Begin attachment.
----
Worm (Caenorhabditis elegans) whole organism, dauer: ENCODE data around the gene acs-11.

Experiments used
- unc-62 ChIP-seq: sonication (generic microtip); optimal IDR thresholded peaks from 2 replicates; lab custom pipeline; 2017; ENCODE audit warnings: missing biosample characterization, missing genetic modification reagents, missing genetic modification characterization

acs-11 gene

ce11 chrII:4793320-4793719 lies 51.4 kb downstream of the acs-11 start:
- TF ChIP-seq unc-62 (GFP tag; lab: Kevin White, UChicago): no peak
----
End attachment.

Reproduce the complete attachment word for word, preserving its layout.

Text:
Worm (Caenorhabditis elegans) whole organism, dauer: ENCODE data around the gene acs-11.

Experiments used
- unc-62 ChIP-seq: sonication (generic microtip); optimal IDR thresholded peaks from 2 replicates; lab custom pipeline; 2017; ENCODE audit warnings: missing biosample characterization, missing genetic modification reagents, missing genetic modification characterization

acs-11 gene

ce11 chrII:4793320-4793719 lies 51.4 kb downstream of the acs-11 start:
- TF ChIP-seq unc-62 (GFP tag; lab: Kevin White, UChicago): no peak